On "Letters From Iwo Jima," A.O. Scott writes,
. . . A few scenes serve as hinges joining this movie to “Flags of Our Fathers.” While “Letters From Iwo Jima” seems to me the more accomplished of the two films — by which I mean that it strikes me as close to perfect — the two enrich each other, and together achieve an extraordinary completeness. They show how the experience of war is both a shared and a divisive experience, separating the dead from the living and the winners from the losers, even as it binds them all together. . .
On "The Painted Veil," Manohla Dargis writes,
. . .Even better, the new film gives us ample opportunity to spend time with Ms. Watts, whose remarkable talent helps keep movie faith and love alive, even in the tinniest, tiniest vehicles. . .
An inveterate stealer and masticator of scenes, Mr. Norton is very fine here, especially early on, before his billing gets the better of the story and he begins riding around heroically on horseback. . .
Ms. Watts keeps that nose in the air far longer than most actresses would dare. She risks our love and earns our awe, ensuring that we never lose sight of the woman even when the film almost does.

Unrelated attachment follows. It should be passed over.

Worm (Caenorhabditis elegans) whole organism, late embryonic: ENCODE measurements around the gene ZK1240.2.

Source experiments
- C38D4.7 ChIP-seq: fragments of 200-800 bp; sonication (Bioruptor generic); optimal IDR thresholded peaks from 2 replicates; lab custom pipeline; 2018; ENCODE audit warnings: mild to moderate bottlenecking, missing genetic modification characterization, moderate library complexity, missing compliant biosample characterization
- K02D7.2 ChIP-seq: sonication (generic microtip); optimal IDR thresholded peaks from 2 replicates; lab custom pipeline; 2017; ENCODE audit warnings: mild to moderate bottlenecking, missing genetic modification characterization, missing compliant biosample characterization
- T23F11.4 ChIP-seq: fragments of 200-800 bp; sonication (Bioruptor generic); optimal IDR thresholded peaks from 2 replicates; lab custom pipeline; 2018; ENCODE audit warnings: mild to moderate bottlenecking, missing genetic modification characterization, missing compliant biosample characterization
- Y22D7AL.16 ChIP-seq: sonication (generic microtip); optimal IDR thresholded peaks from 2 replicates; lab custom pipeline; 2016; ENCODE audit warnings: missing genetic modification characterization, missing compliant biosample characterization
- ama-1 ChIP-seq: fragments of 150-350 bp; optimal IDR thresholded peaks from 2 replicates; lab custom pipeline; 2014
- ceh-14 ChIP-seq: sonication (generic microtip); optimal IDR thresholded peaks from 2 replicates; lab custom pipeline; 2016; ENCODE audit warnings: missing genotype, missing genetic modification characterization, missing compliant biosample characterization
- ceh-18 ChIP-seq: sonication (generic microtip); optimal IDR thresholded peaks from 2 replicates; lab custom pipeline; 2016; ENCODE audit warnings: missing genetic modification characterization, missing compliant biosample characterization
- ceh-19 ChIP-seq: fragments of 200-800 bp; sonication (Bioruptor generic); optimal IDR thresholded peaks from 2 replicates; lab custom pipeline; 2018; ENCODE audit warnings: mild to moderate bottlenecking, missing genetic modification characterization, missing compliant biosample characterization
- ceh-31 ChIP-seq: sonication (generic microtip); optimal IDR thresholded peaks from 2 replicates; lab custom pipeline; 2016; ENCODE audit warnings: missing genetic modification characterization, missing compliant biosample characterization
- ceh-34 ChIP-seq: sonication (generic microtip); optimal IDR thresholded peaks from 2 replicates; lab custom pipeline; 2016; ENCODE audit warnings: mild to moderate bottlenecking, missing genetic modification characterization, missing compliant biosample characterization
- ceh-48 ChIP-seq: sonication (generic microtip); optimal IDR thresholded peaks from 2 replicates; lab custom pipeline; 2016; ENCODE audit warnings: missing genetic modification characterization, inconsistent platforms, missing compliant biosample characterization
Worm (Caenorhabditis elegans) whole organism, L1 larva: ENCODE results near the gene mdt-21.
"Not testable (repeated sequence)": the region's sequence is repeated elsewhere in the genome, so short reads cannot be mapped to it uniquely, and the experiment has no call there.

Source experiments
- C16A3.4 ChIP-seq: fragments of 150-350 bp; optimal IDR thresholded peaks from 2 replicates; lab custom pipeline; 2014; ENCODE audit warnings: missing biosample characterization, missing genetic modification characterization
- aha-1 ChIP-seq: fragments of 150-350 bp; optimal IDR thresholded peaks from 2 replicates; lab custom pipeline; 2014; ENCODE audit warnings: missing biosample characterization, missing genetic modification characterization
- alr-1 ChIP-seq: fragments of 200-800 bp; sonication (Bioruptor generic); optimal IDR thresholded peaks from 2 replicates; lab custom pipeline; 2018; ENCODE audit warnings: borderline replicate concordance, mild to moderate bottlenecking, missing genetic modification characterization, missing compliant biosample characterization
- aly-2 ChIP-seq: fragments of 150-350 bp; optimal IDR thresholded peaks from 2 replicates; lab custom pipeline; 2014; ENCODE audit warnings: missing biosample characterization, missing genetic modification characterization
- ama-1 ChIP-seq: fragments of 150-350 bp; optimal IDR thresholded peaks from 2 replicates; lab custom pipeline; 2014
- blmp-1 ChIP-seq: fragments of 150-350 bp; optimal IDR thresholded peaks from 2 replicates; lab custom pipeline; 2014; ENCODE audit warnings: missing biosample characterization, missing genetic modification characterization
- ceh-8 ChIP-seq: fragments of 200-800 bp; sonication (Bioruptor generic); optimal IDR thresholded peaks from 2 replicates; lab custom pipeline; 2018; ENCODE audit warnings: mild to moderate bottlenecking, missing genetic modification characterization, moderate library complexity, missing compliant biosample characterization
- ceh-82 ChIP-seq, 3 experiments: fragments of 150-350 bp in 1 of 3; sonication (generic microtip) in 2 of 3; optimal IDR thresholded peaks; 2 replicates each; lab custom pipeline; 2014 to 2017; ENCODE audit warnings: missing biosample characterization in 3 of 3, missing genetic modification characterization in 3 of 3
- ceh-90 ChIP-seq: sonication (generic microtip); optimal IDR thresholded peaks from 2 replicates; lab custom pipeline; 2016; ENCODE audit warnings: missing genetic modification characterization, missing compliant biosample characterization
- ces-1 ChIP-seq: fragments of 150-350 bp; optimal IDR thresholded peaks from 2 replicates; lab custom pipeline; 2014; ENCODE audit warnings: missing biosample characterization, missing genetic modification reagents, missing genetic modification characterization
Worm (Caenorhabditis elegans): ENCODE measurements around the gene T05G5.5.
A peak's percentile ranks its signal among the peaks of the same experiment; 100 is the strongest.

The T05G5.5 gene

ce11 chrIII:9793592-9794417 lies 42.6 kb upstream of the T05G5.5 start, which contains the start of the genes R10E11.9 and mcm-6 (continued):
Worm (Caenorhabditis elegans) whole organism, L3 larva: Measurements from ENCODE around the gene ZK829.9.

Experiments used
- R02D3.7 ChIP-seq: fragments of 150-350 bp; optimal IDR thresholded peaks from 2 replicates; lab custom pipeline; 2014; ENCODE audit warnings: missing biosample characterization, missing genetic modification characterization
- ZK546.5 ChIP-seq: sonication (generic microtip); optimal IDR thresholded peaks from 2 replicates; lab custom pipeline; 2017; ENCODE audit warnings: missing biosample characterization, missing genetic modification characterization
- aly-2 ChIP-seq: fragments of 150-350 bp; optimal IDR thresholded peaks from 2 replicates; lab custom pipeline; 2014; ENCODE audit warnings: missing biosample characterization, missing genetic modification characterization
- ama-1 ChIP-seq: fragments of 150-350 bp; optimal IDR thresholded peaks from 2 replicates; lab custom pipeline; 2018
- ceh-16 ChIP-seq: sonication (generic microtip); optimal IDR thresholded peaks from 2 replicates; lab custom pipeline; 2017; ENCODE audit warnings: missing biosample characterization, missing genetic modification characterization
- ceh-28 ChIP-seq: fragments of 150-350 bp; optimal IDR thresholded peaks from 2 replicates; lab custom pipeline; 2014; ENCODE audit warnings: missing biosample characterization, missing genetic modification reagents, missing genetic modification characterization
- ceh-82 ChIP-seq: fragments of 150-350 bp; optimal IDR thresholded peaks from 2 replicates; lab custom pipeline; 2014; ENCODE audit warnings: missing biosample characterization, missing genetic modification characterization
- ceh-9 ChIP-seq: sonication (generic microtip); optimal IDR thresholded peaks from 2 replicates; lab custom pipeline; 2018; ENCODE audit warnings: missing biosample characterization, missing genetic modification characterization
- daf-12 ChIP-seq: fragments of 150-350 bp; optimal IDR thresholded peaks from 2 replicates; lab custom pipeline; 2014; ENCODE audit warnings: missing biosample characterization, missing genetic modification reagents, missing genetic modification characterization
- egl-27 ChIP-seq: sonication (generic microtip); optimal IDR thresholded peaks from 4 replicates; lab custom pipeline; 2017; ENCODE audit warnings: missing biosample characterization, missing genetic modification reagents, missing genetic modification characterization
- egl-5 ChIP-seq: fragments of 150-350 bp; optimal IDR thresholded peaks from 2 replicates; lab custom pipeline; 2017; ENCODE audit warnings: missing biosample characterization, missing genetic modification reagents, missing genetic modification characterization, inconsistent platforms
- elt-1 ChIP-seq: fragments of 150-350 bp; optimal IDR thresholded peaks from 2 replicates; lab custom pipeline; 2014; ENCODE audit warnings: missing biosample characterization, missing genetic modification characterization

On "Venus," A.O. Scott writes,
. . . As “Venus” moves casually along, a deep sadness starts to gather around its edges, casting a shadow over the mischievous good humor that is Maurice’s default mood. His mortality portends a larger loss, the eclipse of an approach to life and art that the great British actors of the mid-20th century, from Laurence Olivier to Michael Caine, embodied with such ease and charisma. It is not easy to define that special, paradoxical glamour Mr. O’Toole wears like a well-worn, perfectly tailored jacket — he is a self-made aristocrat, a genuine pretender, a selfless narcissist — but whatever it is, he still has it. Seeing a picture of the young Maurice — the young Peter O’Toole — in a newspaper, someone exclaims, “He were gorgeous.” Indeed he were, and so he is.